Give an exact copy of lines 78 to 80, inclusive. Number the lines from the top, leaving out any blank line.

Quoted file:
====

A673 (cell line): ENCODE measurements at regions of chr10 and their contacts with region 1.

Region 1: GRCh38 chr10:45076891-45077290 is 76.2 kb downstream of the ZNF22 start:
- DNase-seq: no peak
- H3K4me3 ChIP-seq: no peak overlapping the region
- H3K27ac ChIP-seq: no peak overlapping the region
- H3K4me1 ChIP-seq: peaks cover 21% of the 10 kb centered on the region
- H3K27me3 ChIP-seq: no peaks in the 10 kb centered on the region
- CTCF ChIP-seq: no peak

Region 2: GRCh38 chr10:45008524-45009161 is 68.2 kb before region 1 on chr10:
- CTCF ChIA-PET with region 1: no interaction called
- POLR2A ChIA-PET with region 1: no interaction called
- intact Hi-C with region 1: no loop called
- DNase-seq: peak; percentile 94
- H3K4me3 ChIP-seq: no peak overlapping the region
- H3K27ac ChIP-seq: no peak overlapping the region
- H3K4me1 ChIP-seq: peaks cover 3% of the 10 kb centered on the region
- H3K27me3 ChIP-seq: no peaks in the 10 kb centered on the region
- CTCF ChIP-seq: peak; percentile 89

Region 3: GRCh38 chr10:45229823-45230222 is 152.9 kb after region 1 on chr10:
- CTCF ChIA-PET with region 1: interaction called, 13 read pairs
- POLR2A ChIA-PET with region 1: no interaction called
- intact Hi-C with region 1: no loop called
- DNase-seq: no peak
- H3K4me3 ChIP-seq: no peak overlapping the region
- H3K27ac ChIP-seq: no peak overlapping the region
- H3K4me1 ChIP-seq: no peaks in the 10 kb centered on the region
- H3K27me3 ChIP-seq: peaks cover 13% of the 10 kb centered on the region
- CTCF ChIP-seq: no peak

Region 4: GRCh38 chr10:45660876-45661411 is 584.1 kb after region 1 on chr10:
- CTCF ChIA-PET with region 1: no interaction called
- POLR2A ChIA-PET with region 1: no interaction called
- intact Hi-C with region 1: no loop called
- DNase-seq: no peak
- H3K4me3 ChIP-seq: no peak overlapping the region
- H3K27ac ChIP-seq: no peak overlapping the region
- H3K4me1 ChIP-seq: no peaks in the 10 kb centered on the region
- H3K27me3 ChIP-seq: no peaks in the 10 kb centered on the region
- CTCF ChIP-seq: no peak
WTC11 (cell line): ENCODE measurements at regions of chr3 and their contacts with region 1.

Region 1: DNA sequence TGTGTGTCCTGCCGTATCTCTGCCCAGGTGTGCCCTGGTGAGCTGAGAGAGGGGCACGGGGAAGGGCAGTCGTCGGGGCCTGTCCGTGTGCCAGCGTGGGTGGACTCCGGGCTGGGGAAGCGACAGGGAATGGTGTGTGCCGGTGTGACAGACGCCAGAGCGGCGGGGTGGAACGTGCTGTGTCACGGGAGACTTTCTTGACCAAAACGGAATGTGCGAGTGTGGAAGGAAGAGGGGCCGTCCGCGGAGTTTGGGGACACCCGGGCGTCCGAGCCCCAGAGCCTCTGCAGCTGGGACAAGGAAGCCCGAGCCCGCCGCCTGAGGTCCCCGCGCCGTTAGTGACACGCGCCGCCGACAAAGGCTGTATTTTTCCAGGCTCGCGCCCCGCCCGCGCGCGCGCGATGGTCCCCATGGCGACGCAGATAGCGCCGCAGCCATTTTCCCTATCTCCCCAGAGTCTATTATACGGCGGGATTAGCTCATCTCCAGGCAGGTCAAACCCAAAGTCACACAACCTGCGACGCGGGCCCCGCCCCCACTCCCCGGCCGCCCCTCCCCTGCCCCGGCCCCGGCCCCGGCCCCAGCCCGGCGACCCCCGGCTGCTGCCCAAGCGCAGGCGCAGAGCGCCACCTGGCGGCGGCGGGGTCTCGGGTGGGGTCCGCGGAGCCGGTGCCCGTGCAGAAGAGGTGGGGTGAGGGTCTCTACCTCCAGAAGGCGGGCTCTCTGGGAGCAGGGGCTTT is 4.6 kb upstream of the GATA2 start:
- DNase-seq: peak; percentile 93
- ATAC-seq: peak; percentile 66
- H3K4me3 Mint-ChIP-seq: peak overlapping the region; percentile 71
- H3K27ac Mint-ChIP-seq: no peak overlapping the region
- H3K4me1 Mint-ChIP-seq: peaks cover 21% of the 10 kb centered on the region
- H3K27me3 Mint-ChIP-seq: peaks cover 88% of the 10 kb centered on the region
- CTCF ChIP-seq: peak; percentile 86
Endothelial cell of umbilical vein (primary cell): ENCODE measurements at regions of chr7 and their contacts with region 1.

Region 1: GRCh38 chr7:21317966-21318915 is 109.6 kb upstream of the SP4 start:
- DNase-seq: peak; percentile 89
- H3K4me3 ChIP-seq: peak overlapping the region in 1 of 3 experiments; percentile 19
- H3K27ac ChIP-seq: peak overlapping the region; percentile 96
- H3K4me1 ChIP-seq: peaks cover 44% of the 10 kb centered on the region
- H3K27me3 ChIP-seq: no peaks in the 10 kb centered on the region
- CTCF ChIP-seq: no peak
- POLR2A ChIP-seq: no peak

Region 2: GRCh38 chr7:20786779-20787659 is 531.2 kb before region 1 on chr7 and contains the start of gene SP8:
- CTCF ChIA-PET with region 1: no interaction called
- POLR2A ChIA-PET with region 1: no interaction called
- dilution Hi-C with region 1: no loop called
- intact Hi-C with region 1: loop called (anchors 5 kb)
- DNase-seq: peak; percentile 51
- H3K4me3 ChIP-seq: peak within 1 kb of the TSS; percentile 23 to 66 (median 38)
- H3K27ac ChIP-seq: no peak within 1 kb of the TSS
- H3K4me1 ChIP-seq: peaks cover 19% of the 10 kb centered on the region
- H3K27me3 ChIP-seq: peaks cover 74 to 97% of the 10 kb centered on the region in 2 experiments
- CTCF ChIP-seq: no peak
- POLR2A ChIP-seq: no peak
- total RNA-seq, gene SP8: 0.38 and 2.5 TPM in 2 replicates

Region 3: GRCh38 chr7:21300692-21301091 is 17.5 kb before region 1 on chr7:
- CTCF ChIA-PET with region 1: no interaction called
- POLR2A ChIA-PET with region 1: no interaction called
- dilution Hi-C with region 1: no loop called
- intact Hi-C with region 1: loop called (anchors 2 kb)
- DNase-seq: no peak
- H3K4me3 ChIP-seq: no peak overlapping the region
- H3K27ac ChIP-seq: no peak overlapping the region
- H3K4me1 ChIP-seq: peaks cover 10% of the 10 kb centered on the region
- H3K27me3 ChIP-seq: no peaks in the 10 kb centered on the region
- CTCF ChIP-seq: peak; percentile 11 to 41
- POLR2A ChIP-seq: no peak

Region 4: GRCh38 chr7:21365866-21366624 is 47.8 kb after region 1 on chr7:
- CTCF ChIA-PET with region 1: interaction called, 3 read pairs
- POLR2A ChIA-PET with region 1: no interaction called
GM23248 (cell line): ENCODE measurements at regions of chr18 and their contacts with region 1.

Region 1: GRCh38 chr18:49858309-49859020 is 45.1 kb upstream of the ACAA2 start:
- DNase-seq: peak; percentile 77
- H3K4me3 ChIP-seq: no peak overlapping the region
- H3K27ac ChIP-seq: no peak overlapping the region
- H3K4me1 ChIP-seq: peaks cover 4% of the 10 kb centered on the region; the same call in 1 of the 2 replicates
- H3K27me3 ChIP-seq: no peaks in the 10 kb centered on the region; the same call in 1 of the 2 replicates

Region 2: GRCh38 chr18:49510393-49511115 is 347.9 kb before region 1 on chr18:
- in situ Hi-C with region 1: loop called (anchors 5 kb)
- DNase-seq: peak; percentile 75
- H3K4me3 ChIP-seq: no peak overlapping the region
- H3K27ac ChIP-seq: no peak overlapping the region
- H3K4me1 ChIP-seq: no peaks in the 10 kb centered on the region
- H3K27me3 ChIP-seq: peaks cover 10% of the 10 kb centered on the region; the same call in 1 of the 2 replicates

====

- H3K4me1 ChIP-seq: peaks cover 10% of the 10 kb centered on the region
- H3K27me3 ChIP-seq: no peaks in the 10 kb centered on the region
- CTCF ChIP-seq: peak; percentile 11 to 41